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21/09/2017

Morning news and current affairs. Including Yesterday in Parliament, Sports Desk, Weather and Thought for the Day.

3 hours

Last on

Thu 21 Sep 2017 06:00

Today's running order


0650

People quitting smoking are being officially advised to try e-cigarettes, despite a lack of evidence about their long term effect. Gina Radford is deputy chief medical officer for England.

0655

Campaigners have criticised peers for claiming allowances but not contributing to debates on the floor of the House of Lords. Darren Hughes is chief executive of the Electoral Reform Society.

0710

Emergency teams in Mexico City are trying to reach at least three people they believe are still alive under the rubble of a school which collapsed during Tuesday's earthquake. Duncan Taylor is British Ambassador to Mexico.

0715

Theresa May will chair a meeting of her cabinet later this morning to discuss the contents of her major speech on Brexit she will deliver in Florence tomorrow. Laura Kuenssberg is the BBC’s political editor.

0720

Co-op Group interim results are out the day after it was announced the finance chief of Co-op Bank is being replaced. Steve Murrells is chief executive of the Co-Operative Group.

0725

Labour's plans to take control of privatised companies could bring sweeping change to Britain - but how would they work? The BBC’s Ross Hawkins reports.

0730

Police in the West Midlands say they have seized 2,500 knifes and swords over the last three months. The BBC’s Dave McMullan reports and David Jamieson is West Midlands Police and Crime Commissioner.

0740

One of Hollywood's funniest film makers, Mel Brooks, has told this programme that political correctness is the death of comedy. The BBC’s arts correspondent Rebecca Jones reports.

0750

Teenagers with chronic fatigue syndrome could benefit from a three-day therapy programme, a new study suggests. Anne suffered from chronic fatigue syndrome and is doing research into the condition. Esther Crawley is lead researcher and professor of child health at the University of Bristol.

0810

Emergency teams in Mexico City are trying to reach at least three people they believe are still alive under the rubble of a school which collapsed during Tuesday's earthquake. The BBC’s David Willis reports.

0820

Labour’s plans to take control of privatised companies could bring sweeping change to Britain – but how would they work? Cat Hobbs is founder of We Own it, which describes itself as a voice for public service users who want public ownership. Paul Massara is the former chief executive of RWE npower who now runs solar power company North Star Solar.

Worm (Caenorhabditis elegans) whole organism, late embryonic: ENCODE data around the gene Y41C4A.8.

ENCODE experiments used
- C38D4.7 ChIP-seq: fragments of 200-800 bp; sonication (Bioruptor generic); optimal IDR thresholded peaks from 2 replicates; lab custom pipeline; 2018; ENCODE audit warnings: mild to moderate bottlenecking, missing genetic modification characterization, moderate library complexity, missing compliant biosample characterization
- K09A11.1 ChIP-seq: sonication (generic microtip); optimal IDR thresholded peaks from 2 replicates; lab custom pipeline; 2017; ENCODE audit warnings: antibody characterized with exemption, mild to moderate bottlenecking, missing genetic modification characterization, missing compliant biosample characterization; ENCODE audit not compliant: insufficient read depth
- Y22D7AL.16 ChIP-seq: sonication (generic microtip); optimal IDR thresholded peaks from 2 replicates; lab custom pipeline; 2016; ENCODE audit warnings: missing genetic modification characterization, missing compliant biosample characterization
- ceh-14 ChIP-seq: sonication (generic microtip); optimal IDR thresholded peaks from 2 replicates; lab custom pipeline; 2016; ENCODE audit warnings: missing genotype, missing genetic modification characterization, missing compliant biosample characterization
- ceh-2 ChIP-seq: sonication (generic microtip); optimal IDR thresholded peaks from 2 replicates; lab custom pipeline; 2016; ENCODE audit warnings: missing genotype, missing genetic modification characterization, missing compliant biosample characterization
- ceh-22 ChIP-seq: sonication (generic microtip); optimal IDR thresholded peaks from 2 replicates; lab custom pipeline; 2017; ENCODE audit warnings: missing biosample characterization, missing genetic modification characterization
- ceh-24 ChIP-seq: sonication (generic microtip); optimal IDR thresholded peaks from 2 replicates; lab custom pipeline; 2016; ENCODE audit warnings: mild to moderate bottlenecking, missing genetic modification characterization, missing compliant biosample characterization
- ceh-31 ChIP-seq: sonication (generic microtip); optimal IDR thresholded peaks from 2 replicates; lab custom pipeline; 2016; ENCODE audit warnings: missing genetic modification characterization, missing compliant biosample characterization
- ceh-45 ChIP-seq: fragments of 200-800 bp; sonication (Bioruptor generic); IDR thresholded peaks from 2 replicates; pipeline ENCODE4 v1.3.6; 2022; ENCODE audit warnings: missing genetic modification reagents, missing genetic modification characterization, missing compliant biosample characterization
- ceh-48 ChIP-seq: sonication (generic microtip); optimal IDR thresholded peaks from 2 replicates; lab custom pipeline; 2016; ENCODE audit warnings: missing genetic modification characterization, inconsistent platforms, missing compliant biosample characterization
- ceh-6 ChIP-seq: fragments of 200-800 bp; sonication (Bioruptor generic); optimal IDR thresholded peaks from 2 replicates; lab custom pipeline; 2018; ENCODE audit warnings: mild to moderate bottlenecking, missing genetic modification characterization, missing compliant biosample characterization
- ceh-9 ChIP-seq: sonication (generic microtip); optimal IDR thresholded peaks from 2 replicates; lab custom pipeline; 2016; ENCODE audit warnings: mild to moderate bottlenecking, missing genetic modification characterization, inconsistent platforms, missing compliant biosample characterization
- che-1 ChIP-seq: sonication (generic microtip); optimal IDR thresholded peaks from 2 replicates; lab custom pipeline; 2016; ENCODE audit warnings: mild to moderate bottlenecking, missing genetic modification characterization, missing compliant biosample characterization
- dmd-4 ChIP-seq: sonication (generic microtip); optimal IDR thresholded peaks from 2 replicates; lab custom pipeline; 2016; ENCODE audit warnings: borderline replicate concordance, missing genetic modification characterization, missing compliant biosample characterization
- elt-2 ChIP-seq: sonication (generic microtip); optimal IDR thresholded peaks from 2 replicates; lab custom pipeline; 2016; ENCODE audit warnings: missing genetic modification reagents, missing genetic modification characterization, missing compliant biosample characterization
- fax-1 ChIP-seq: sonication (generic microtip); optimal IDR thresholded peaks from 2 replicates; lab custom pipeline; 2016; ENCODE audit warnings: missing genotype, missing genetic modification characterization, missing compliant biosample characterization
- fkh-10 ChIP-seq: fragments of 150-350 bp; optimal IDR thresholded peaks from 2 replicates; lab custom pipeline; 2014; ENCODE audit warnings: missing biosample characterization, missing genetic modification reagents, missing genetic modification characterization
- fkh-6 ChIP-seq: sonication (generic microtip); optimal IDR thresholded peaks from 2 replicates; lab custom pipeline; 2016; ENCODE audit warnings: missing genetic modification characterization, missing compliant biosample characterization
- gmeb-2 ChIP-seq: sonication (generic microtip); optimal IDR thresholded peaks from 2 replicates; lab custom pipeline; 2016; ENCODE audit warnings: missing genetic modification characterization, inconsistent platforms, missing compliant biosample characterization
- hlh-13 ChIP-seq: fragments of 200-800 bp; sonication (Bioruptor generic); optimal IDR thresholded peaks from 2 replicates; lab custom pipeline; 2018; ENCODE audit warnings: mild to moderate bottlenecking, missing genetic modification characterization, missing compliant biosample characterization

0825

The novelist Martin Amis is publishing a collection of essays called The Rub of Time. It spans quite a lengthy period and a huge range of topics - from the literary to the political.

0830

A landmark judgment, just published, says that cases in which people are left in a vegetative state should not have to go to court. Instead, if doctors and families agree, feeding tubes can be withdrawn. Jenny Kitzinger of Cardiff University is co-director of the Coma and Disorders of Consciousness Research Centre. Lynne Turner-Stokes is chair of the Royal College of Physicians’ committee on guidelines for prolonged disorders of consciousness.

0840

Mark Sampson has been sacked as England women's manager following evidence of "inappropriate and unacceptable" behaviour with female players in a previous role. Damian Collins is chair of the Culture, Media and Sport Select Committee.

0845

Experts are debating how two earthquakes in Mexico in a month may or may not be related and seismologists are predicting more triggered events or aftershocks in the coming weeks. Margarita Segou is an earthquake seismologist from the British Geological Survey.

0850

Should universities use positive psychology to tackle growing mental health problems among students? Anthony Seldon is vice-chancellor of the University of Buckingham.

 

All subject to change.

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